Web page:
If youth knew; if age could.
By: Sigmund Freud
We are never so defensless against suffering as when we love.
I cannot think of any need in childhood as strong as the need for a fathers protection.
What a distressing contrast there is between the radiant intelligence of the child and the feeble mentality of the average adult.
What we call happiness in the strictest sense comes from the (preferably sudden) satisfaction of needs which have been dammed up to a high degree.
America is a mistake, a giant mistake.
The act of birth is the first experience of anxiety, and thus the source and prototype of the affect of anxiety.
If a man has been his mothers undisputed darling he retains throughout life the triumphant feeling, the confidence in success, which not seldom brings actual success along with it.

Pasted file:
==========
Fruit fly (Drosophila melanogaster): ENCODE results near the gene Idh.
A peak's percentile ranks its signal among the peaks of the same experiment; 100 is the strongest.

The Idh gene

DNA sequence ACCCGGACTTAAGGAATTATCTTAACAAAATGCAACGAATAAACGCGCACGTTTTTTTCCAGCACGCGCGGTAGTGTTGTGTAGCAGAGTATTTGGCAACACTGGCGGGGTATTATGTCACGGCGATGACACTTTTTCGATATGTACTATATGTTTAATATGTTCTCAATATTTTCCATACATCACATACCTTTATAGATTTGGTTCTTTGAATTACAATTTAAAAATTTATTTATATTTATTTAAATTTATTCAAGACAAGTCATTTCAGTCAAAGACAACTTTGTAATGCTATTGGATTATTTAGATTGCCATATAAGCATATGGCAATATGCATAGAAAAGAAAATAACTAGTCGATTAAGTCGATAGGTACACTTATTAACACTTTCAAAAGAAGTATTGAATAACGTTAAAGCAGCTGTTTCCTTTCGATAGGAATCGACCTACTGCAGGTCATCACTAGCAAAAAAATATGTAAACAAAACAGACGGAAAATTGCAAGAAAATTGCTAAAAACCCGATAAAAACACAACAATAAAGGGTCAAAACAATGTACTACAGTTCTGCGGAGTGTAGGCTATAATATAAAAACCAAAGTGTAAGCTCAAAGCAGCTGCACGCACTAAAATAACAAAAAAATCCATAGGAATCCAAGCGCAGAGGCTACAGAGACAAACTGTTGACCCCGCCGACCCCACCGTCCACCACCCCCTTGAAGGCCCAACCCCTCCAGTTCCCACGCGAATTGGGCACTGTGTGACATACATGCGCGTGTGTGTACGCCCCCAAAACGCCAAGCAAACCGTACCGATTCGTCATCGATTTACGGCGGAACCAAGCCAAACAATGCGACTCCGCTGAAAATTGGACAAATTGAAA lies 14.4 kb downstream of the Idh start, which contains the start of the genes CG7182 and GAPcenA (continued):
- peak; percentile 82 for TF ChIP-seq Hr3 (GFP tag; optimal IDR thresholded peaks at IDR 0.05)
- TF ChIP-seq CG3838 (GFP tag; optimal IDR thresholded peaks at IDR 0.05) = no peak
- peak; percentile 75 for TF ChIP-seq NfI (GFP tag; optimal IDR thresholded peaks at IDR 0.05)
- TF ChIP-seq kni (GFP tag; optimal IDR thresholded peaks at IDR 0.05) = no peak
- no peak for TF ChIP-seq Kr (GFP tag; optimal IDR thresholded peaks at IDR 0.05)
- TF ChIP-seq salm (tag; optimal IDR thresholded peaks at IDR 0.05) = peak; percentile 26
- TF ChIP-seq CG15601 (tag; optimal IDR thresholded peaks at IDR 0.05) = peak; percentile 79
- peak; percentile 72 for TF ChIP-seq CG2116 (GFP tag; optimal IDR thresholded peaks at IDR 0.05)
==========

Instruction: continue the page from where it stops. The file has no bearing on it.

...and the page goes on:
Man has, as it were, become a kind of prosthetic God. When he puts on all his auxiliary organs, he is truly magnificent; but those organs have not grown on him and they still give him much trouble at times.
We believe that civilization has been created under the pressure of the exigencies of life at the cost of satisfaction of the instincts.
The goal towards which the pleasure principle impels us - of becoming happy - is not attainable: yet we may not - nay, cannot - give up the efforts to come nearer to realization of it by some means or other.
A civilization which leaves so large a number of its participants unsatisfied and drives them into revolt neither has nor deserves the prospect of a lasting existence.
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